Dallas IFF 2012 Dispatch: Game Day Sunday
My Sunday at Dallas International Film Festival started almost identically to Saturday: Get up, have a reasonably healthy breakfast downstairs in the hotel, write and edit until time for the first movie. And like I did on Saturday, I headed to the Angelika for my first film, although I had to dress for surprisingly cool and rainy weather.
I wasn't entirely sure what I was seeing, though. The Dallas IFF schedule had a "TBA" listed at noon, and I couldn't find any info on what the movie was. So I thought I might check it out, and if it wasn't to my liking, I could go to the Brooklyn Castle screening, 15 minutes later. It turned out the TBA film had been canceled, a volunteer kindly let me know at the theater. (Note to DIFF: That would be excellent info to post to your otherwise informative Twitter account, in the future.) But as I said, it was no problem at all to jump in the line for Brooklyn Castle -- the longest line I'd stood in so far.
Brooklyn Castle was also the only entirely full house I experienced at Dallas IFF -- and at noon on a Sunday, mind you. Most of the other screenings I attended were fairly full, but for this one, volunteers were helping people find any empty seats and groups were splitting up to sit anywhere they could. There were a lot of kids, too ... and it was an extremely well behaved audience, possibly due to the engaging nature of the film. Two little girls in front of me were sharing a seat.
I was really glad to catch this documentary after missing it at SXSW, where it won an audience award. Brooklyn Castle is about Brooklyn 318, a junior high public school that consistently turns out the best chess players and teams in the country. The school and its students are very proud of this, and the chess players don't fit the usual chess-nerd stereotype at all. The school has a strong afterschool program where students can brush up their chess skills and prepare for tournament play.
Dellamaggiore takes a story that could be all too familiar and makes it touching by focusing on a few students, letting their personalities drive the film, while demonstrating the effect chess has on them. Rochelle is in eighth grade at the start of the film, and is hoping to become the first U.S. female African-American chess grandmaster -- she's close to gaining master status. But as she leaves 318 and heads for junior high school, she has to deal with many more priorities besides chess. Pobo is a lively seventh grader who, as he moves into eighth grade, wants to run for class president and be a chess champ. Alexis is a quieter young man whose parents are hoping he'll get into a top junior high school. And Justice is new to 318, commuting from the Bronx because he wants to take advantage of the school's superior chess program, as he's close to gaining master status even in sixth grade.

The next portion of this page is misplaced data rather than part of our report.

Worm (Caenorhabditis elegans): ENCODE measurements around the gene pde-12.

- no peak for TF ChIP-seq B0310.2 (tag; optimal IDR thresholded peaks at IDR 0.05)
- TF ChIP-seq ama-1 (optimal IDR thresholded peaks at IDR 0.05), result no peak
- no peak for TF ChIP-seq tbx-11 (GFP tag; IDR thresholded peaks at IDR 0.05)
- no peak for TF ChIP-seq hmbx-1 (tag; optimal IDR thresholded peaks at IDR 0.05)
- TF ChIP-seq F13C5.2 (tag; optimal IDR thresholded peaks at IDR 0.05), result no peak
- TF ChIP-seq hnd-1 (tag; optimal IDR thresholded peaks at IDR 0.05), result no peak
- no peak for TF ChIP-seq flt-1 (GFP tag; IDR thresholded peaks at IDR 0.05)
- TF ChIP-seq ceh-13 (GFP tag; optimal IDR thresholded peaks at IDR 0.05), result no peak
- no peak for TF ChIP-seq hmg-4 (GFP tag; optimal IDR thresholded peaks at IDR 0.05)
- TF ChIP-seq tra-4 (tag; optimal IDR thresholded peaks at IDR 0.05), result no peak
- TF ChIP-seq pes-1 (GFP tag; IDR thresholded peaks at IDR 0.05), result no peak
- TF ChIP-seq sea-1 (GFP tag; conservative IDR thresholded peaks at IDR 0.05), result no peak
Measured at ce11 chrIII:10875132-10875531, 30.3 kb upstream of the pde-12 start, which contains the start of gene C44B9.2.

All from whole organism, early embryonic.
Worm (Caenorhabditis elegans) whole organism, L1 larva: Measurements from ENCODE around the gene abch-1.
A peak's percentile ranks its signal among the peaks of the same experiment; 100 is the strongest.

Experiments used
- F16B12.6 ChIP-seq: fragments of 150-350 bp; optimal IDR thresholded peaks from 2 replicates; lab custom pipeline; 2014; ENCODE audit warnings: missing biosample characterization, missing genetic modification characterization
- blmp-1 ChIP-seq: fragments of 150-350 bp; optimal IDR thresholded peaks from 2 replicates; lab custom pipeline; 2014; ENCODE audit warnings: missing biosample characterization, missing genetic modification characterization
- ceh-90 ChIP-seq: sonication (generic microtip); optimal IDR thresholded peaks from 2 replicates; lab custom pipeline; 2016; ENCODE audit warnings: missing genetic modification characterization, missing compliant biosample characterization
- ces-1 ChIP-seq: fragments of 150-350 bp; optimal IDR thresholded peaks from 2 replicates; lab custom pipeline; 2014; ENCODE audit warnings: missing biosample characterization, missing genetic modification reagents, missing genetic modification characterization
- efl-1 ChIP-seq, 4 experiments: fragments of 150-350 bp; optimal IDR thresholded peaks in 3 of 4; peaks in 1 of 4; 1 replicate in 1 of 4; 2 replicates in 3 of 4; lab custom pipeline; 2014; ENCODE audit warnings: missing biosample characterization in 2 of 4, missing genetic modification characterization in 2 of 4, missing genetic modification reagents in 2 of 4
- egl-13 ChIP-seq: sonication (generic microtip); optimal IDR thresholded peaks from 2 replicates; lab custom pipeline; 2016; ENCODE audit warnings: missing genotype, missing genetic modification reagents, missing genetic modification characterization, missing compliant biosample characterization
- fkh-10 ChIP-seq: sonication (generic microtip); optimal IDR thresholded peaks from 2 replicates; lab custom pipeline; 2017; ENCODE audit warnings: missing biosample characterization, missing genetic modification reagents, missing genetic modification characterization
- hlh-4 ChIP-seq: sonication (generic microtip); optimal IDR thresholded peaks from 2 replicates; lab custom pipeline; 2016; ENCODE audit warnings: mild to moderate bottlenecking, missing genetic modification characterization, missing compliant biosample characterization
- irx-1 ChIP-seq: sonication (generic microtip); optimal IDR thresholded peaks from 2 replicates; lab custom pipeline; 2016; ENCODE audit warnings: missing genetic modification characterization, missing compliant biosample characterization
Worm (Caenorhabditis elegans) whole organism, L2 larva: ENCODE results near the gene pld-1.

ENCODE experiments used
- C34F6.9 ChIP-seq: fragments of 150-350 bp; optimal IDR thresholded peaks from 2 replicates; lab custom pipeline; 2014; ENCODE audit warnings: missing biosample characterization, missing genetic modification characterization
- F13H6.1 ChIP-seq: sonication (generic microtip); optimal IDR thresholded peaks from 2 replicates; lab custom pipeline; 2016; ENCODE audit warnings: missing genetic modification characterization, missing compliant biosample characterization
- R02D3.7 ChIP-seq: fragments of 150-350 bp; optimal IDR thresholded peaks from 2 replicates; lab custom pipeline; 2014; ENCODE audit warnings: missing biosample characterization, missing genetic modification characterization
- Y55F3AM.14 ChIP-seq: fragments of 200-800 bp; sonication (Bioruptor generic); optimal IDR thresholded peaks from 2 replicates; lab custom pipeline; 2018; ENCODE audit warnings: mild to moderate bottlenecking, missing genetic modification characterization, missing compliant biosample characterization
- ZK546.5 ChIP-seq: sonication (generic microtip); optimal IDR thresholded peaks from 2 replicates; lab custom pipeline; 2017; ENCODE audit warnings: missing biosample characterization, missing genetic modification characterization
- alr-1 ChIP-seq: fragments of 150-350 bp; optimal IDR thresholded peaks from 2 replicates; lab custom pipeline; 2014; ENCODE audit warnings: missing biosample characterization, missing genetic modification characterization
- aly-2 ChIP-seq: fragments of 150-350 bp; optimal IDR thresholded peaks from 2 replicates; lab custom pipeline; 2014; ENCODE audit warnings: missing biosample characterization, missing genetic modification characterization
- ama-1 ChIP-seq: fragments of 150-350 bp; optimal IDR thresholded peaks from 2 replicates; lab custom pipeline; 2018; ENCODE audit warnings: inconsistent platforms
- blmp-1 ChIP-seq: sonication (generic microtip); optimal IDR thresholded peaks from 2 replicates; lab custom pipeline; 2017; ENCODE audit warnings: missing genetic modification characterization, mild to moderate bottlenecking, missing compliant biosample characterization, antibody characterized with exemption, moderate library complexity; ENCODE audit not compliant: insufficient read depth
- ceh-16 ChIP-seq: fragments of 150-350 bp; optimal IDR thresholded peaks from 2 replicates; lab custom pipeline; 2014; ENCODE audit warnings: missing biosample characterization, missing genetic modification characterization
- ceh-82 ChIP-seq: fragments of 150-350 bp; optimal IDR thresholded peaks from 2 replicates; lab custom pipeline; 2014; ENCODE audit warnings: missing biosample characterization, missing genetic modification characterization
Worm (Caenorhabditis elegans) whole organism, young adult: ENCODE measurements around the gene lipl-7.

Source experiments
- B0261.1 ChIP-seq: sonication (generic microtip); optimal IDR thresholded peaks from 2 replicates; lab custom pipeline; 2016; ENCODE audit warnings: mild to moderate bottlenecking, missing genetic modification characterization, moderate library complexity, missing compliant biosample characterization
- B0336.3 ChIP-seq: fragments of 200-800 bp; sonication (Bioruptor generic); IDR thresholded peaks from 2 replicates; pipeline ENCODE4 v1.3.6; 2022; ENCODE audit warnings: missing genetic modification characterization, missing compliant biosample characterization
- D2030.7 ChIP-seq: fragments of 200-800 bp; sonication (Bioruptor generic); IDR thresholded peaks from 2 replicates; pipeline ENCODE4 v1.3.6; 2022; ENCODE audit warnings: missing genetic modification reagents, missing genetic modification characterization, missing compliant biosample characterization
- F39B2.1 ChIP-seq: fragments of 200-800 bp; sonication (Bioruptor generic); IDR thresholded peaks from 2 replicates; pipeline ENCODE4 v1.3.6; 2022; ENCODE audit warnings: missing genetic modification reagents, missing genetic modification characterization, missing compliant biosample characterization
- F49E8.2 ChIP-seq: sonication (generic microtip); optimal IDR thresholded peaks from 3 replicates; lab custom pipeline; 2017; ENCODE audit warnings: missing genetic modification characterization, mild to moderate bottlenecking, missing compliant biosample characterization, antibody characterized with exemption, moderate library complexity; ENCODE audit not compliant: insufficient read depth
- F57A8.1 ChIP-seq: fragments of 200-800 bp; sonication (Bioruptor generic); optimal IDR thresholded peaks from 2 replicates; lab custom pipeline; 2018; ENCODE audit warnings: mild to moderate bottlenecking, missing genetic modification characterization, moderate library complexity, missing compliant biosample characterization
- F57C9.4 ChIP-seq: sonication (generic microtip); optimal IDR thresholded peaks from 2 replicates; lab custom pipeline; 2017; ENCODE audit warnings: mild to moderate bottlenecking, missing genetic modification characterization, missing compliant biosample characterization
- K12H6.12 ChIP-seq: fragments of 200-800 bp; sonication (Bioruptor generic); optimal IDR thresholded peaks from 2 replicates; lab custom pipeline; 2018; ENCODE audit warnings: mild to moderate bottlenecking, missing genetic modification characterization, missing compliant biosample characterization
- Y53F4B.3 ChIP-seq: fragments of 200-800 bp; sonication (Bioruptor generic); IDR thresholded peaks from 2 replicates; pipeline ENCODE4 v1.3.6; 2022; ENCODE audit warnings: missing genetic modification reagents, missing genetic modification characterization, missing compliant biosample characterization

But we don't just get to see the top chess students. I was pleased to see Brooklyn Castle also spending time with Patrick, a student who likes chess but isn't terribly good at it when we first meet him. He's ranked #79 in the school (and damn! that school has 80 chess players, which is amazing in and of itself) and hopes to move up the ranks to number 55 and get to play in a chess tournament.
Brooklyn Castle shows the great effect that an afterschool program can have on students -- the kids interviewed are able to develop ambitious goals, and get into their preferred high schools. However, as the film progresses, the New York schools are having to deal with severe budget cuts, and more than once the chess program is in jeopardy. As it is, they are no longer able to travel to as many tournaments and maintain their reputation as a top chess program. It's not a subtle message, but the film conveys it gracefully without feeling like propaganda.
You don't have to know anything about chess (I don't) to enjoy this film, and the kids in the audience liked it as much as the adults. I hope Brooklyn Castle gets distribution so more people can see it -- Sony has bought the rights to remake the story as a feature, but I'd like to see the actual documentary out there.
Texas connections: One of the large tournaments in the film is in Dallas (Pobo dons a cowboy hat, which he seems to be born to wear), and Rochelle competes in a girls' chess tournament where the winner receives a scholarship to The University of Texas at Dallas.
After Brooklyn Castle, I managed to find a nice healthy lunch for once (salad, salmon, asparagus, hooray!), shopped a little at Mockingbird Station (no luck), and went back to the hotel for a little while to write. I was a little nervous about the film I planned to see at 7 pm. It had premiered at Slamdance, but it was made by Houston college students and sounded like it might be a badly made teenage ripoff of The Hangover. I prepared myself to be potentially bored, irritated and disgusted. I could not have been more wrong.
And I found out something else I was completely wrong about. Dallas IFF being in, naturally, Dallas, I had worn fairly nice shirts and capri pants all weekend. I got to my 7 pm movie, started looking for a seat, and noticed a woman carrying a Fantastic Fest bag. I sat near her and struck up a conversation, which is how I met Jenny from Red Carpet Crash.